Recently, a series of policies on the reform of the individual income tax have been issued one after another, and the tax obligation for overseas persons working in China (including Hong Kong, Macao and Taiwan residents, the same as below) has been loosened. For example, the tax exemption condition has been changed from constituting a resident taxpayer for less than 5 years to constituting a resident taxpayer for less than 6 consecutive years which mean, in any of these years, as long as the taxpayer leaves China for over 30 days, the consecutive years shall be recounted. In addition, the tax exemption management method has been changed from approval to filing. The following will give a brief introduction to the new individual income tax policy.
1. Two taxpayer identity concepts to be distinguished by overseas persons: resident taxpayers and non-resident taxpayers
The significance of the identification of taxpayers lies in that, if defined as resident taxpayers, they must pay individual income tax on all the income obtained in and outside China. If they are defined as a non-resident taxpayer, it is only subject to individual income tax on income obtained within China.
The identity of the taxpayer has nothing to do with nationality. There are two standards for judgment:
Resident taxpayers are those who are domiciled in China, i.e. habitually residing inside China due to household registration, family or economic ties.
For individuals who live within China due to reasons like study, work, visiting relatives or tour, if after the completion of these activities, the reasons for them to live within China no longer exist and therefore they must return to live outside China, then China is not the taxpayer's habitual residence, in which case they shall not be seen as domiciled in China.
Individuals who are not domiciled in China but have resided in the aggregate for 183 days or more in a tax year in China is a resident taxpayer.
Please note that the number of days of residence in China refers to the number of days of stay in China, that is, only a 24-hour stay in China shall be counted into the number of days of residence in China, otherwise it shall not be counted in.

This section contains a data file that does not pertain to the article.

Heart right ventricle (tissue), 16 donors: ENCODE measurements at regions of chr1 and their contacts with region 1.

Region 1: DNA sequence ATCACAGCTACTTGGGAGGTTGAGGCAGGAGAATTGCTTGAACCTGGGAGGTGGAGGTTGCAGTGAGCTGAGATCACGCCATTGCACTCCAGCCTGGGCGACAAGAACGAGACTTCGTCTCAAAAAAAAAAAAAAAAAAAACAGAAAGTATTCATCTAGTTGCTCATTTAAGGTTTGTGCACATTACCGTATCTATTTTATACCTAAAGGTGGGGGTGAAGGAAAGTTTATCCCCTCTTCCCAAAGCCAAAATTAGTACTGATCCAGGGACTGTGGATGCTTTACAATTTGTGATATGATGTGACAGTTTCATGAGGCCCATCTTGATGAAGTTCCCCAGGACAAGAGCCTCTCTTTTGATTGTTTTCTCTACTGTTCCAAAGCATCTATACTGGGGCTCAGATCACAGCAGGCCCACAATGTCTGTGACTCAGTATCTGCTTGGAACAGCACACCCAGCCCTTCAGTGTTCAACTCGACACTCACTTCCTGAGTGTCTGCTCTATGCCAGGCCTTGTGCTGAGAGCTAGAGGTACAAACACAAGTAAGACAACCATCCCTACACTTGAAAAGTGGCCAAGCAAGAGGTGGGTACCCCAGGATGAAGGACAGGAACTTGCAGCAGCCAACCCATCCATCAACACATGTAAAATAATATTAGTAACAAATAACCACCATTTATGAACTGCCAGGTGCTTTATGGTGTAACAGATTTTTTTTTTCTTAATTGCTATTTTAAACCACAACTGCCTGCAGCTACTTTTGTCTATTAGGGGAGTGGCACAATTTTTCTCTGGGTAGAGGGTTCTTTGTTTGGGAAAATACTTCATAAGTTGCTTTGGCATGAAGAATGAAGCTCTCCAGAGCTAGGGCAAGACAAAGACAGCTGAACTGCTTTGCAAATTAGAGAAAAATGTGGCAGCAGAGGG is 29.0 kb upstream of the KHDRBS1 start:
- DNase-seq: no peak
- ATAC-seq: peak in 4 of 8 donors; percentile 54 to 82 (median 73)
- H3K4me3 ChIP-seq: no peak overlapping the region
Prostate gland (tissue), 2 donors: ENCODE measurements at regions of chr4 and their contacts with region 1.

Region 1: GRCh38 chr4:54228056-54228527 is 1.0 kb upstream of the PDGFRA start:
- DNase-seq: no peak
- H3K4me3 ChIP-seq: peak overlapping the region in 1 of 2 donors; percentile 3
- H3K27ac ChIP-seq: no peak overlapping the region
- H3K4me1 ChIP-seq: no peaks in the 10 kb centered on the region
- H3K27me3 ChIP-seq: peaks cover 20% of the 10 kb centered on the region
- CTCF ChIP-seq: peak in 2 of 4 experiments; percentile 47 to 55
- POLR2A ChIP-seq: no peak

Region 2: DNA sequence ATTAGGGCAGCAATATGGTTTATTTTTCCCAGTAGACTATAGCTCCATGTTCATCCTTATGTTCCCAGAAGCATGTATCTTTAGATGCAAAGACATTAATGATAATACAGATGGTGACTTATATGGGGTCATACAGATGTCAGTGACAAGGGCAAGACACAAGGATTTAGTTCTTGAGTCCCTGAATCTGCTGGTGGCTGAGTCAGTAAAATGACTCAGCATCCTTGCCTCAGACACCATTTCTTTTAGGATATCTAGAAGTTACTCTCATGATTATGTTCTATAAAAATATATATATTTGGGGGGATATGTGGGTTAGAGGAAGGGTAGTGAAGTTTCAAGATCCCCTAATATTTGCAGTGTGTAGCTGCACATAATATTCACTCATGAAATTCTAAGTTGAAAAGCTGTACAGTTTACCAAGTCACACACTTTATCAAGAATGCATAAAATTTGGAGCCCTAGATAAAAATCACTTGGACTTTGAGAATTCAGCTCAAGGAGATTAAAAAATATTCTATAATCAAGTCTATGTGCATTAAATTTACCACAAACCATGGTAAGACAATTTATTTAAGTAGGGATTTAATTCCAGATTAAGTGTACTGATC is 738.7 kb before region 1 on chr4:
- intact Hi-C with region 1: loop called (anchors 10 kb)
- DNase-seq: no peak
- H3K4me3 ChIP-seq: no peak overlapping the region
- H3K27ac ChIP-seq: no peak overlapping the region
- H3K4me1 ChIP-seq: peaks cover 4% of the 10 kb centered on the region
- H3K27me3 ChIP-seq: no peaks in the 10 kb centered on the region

2. Differentiated tax policy of wages and salaries for overseas persons who are not domiciled in China
For overseas persons who do not have a domicile in China, they shall apply different tax policy of wages and salaries according to their accumulative days of residence in China. Please see the table below for details.
1China-sourced income and paid or borne by overseas employers: his or her income which is derived from inside China and paid by an employer outside China and not borne by the employer's Chinese establishment or business place.
2 One tax year: from January 1st to December 31st.
3Precondition for tax exemption: filing with the competent tax authority.
4Calculation of 6 consecutive years: where the taxpayer had departed from China for 30 days or more in any of the 6 years, the consecutive years shall be recalculated. Furthermore, the period of six years shall be counted from 1st January, 2019, and years before 2019 shall not be taken into account.
Applicable Policy for Non-resident Taxpayers
Please see the first attached photo
Applicable Policy for Resident Taxpayers
Please see the second attached photo
The new policy came into force on January 1, 2019. Non-resident taxpayers, who paid more tax for income obtained after January 1, 2019 in accordance with the original regulations, is entitled to apply for tax refund
3. Judgment standards for the source of taxable income
The wages and salaries for working time within China are the so-called China-sourced wages and salaries.
Working time within China, namely working days within China, includes not only the actual working days, but also days of public holidays, personal leave, training at home and abroad during the working period in China.
It should be noted that, for directors, supervisors, corporate (general) managers and deputy (general) managers, chief executives, and other similar management positions of resident enterprises inside China, their director fees, supervisory fees, wages and salaries and alike paid or borne by resident enterprises inside China are all considered as China-sourced income, regardless of whether or not they perform their duties within the territory.
4. Subsidies for overseas high-end talent and professionals in short supply working in the Greater Bay Area are exempt from individual income tax
From January 1, 2019 to December 31, 2023, overseas high-end talent and professionals in short supply working in nine cities of Pearl River Delta in the Greater Bay Area will be granted subsidies. The subsidies are based on the individual income tax differentials between the Chinese mainland and Hong Kong and is exempt from paying individual income tax. The standards and subsidies shall be implemented in accordance with the relevant regulations of Guangdong Province and Shenzhen City.
The above opinions are for reference only and should not be used as a basis for any business decisions.
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